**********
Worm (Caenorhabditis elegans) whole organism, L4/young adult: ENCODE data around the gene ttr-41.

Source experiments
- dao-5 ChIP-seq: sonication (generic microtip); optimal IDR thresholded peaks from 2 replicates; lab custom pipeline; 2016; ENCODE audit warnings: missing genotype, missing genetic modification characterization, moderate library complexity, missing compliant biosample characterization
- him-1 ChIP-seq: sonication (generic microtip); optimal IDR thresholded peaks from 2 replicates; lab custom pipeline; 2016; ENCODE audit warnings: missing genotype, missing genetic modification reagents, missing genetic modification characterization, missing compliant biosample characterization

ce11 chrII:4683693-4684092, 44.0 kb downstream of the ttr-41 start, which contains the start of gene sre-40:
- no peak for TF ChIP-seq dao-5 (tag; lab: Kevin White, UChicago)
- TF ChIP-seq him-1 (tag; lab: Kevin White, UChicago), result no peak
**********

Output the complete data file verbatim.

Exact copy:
Worm (Caenorhabditis elegans) whole organism, L4/young adult: ENCODE data around the gene ttr-41.

Source experiments
- dao-5 ChIP-seq: sonication (generic microtip); optimal IDR thresholded peaks from 2 replicates; lab custom pipeline; 2016; ENCODE audit warnings: missing genotype, missing genetic modification characterization, moderate library complexity, missing compliant biosample characterization
- him-1 ChIP-seq: sonication (generic microtip); optimal IDR thresholded peaks from 2 replicates; lab custom pipeline; 2016; ENCODE audit warnings: missing genotype, missing genetic modification reagents, missing genetic modification characterization, missing compliant biosample characterization

ce11 chrII:4683693-4684092, 44.0 kb downstream of the ttr-41 start, which contains the start of gene sre-40:
- no peak for TF ChIP-seq dao-5 (tag; lab: Kevin White, UChicago)
- TF ChIP-seq him-1 (tag; lab: Kevin White, UChicago), result no peak